Inspired by Reasons You Were Not Promoted That Are Totally Unrelated to Gender I thought I would share some additional Reasons You Were Not Promoted That Are Total BS. After that, I will share some tips for job interviews 🙂
“You need more visibility to distinguish yourself from others. The fact that you are doing more technically sophisticated work than your peers is not “visible” enough. We are somewhat at a loss to define this “visibility” thing further, but you need more of it.
“The company has changed direction and we are concerned you wouldn’t be able to perform at a higher level under the new conditions. No, your job hasn’t changed, why do you ask?”
“We decided not to promote you this year because you haven’t done P and Q. We realize you were specifically told not to do P & Q, but you should have found a way to do them.”
“Despite the recommendation to promote you we decided not to because we do not need someone of your skill level on this team. But here’s a 1% raise”
If you have gotten these sorts of message from your employer I recommend you do
what I did the following: Get a new job!
There are a lot of blog articles about how to prepare for technical interviews – from smelling nice, keeping your shoes on during the interview, and getting your resume up to date (i.e. if the last time you programmed C was in 1996 for a class project it shouldn’t be on your resume). You can Google them, or check back here for one I will be writing shortly.
This post is about how to interview the team interviewing you. This is the part of interview advice that generally gets glossed over. “Ask questions to show you are interested in what the company does,” for example. In fact, this is the most important part of the interview. You dont want to get hired onto a ship going down in flames, this is how you figure out if there are smooth or choppy waters ahead.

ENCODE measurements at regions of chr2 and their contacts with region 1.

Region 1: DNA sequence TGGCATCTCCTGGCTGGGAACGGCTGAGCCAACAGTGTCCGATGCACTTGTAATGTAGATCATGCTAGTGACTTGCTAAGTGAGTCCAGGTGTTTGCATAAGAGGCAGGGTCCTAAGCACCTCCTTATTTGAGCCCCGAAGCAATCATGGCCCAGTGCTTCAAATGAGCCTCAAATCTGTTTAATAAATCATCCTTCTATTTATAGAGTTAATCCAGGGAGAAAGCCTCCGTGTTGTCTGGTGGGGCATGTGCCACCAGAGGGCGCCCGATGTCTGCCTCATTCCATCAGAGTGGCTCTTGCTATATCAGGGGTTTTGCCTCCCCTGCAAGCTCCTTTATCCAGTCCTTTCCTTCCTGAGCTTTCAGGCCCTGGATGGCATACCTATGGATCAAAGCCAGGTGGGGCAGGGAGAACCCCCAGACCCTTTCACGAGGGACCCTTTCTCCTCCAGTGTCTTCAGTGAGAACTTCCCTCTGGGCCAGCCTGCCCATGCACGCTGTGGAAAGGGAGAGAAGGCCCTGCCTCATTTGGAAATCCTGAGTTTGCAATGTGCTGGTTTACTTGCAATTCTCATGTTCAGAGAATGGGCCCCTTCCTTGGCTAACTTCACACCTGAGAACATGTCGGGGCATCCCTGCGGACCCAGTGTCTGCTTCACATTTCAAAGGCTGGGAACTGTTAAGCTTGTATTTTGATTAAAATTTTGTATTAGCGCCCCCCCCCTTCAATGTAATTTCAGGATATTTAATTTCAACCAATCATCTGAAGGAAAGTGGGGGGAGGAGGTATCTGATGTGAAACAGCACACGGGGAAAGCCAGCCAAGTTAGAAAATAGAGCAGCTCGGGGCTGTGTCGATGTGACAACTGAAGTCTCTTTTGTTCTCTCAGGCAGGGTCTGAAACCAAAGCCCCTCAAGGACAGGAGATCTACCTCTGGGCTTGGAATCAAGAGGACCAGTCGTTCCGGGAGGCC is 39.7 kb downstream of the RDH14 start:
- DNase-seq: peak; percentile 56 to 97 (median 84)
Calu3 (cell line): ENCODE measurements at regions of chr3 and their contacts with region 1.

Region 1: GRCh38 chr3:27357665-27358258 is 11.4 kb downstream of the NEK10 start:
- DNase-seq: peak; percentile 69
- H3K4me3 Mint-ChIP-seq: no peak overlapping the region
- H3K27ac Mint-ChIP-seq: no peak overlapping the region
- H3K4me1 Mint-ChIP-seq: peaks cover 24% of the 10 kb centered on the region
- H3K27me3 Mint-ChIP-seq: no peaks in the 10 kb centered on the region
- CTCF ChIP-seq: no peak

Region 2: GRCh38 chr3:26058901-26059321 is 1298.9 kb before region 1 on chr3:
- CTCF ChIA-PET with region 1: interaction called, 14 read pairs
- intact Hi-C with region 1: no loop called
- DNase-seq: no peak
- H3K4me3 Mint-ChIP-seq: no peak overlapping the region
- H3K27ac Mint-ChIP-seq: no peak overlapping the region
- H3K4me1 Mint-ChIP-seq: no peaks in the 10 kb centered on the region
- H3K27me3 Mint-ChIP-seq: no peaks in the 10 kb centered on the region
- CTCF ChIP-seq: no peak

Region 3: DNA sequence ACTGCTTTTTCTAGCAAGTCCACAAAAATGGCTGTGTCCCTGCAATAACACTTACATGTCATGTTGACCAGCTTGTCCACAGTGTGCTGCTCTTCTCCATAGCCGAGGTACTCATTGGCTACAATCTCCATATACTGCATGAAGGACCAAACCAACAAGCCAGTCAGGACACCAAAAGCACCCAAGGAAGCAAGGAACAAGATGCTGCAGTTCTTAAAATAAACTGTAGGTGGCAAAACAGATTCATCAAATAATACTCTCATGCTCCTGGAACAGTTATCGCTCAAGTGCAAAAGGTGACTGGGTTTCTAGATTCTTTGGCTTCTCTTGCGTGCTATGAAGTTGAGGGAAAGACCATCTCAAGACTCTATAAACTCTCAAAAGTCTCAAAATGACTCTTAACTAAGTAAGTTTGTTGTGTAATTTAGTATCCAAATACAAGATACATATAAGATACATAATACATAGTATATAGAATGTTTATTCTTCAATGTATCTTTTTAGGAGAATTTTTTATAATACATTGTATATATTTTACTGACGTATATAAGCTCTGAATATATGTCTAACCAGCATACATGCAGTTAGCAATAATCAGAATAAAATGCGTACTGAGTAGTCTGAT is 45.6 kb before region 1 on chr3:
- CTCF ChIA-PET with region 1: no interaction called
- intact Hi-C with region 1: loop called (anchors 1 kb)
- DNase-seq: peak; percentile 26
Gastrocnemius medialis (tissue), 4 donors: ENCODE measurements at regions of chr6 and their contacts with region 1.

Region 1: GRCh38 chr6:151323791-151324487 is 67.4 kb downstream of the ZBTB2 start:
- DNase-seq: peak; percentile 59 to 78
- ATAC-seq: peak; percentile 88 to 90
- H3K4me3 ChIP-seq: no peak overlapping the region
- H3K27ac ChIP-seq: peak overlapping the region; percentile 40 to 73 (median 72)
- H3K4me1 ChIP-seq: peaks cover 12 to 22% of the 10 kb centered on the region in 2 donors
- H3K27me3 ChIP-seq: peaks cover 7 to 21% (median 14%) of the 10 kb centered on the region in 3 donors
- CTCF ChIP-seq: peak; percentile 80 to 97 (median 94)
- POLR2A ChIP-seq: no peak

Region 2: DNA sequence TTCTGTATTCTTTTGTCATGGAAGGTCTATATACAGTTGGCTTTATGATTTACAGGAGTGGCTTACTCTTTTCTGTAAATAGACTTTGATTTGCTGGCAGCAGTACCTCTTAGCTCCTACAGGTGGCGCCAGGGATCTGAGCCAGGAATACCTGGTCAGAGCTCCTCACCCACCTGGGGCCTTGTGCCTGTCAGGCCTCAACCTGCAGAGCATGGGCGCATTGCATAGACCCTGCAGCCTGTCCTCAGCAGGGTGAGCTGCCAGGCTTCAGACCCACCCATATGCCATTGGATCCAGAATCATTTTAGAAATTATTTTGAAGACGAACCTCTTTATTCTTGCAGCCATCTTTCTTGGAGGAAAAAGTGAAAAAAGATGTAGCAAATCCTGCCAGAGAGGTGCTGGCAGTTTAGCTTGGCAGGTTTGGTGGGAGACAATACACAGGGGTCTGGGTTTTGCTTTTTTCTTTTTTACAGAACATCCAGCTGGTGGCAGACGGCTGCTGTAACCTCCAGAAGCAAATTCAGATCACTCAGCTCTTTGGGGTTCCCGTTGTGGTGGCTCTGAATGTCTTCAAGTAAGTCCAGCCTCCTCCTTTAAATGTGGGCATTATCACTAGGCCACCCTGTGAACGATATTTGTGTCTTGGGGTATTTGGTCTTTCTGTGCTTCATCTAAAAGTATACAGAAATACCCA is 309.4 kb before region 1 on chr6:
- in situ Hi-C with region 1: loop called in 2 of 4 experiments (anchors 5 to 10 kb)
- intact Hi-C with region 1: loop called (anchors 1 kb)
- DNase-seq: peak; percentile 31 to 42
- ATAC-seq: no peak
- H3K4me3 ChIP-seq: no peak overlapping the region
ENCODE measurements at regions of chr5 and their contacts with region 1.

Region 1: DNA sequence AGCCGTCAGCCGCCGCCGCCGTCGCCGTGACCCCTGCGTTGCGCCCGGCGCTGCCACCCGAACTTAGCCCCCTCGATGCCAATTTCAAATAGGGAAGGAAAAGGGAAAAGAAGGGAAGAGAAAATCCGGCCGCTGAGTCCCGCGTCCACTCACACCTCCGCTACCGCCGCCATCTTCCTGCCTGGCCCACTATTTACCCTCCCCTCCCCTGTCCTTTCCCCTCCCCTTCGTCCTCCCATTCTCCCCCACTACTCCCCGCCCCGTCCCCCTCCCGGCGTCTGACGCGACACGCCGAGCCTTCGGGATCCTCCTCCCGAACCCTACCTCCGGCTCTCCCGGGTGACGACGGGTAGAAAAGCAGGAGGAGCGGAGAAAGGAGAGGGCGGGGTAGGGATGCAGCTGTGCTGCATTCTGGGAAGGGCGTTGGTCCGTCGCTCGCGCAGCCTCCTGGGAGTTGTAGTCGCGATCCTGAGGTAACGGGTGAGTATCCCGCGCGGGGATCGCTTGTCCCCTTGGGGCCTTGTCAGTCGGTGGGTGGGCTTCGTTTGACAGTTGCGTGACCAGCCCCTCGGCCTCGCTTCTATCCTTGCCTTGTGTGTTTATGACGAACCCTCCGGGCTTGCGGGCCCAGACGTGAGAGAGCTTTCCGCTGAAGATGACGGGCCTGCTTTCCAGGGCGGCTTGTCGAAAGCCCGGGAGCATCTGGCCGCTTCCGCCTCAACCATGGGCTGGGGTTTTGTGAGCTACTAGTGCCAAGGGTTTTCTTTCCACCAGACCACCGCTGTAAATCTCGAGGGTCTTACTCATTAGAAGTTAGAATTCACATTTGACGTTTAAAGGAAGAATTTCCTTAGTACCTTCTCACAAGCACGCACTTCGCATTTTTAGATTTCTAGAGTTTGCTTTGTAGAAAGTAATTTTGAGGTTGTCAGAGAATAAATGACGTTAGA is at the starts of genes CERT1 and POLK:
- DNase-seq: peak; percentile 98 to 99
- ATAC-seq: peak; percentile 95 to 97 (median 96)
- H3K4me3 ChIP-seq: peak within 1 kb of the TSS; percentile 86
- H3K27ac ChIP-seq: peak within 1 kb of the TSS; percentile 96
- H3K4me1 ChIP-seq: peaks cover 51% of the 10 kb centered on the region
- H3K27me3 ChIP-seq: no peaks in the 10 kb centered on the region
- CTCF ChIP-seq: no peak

Dont be Judge Smails
1. Are they taking you and the interview seriously?
Regardless of if you are interviewing as a prospective intern or CEO you deserve respect! They should be on time, professional and interested in you. If they are disinterested, checking Facebook, or self-importantly diddling on their Blackberry thats not a good sign. Sure, people get busy, but an overarching attitude of “meh” does not bode well. They should be interested in getting to know you and answering whatever questions you have about the company and the position.
2. Do they have procedures in place to avoid a total shit show?
I’m assuming you are interviewing for a technical job of some sort. All good technical teams from scrappy startups to large corporations should have practices in place to keep tabs on technical design. These can be formally referred to as business practices or best practices. For software, the Joel Test is an excellent guide. Generally
- How are the specs for the product decided?
- Who is responsible for various aspects of the deliverable?
- Is there a sane way to track requests for changes, issues, and design progress?
- How is quality ensured?
- How do you communicate among team members? Do you all physically report to the same place? Are you in different time zones?